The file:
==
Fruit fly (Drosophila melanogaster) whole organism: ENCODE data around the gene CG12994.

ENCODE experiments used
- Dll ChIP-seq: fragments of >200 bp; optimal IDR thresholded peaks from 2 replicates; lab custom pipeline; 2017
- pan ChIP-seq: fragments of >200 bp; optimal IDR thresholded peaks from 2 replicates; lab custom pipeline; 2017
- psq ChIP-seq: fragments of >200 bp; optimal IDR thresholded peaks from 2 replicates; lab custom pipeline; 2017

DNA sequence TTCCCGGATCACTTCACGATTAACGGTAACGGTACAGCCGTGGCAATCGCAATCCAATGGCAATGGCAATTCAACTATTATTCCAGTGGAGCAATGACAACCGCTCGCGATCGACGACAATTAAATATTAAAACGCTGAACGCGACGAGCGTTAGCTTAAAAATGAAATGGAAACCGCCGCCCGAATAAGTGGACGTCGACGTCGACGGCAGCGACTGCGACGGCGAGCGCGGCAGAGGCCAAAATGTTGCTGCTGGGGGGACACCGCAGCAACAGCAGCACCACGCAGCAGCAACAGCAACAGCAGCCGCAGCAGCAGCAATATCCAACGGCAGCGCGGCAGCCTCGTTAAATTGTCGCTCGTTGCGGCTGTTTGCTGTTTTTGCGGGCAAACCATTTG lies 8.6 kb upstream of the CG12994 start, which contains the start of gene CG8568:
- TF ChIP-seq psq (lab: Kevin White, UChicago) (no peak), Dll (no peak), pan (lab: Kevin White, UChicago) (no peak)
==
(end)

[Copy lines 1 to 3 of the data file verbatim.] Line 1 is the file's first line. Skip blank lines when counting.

Fruit fly (Drosophila melanogaster) whole organism: ENCODE data around the gene CG12994.

ENCODE experiments used
- Dll ChIP-seq: fragments of >200 bp; optimal IDR thresholded peaks from 2 replicates; lab custom pipeline; 2017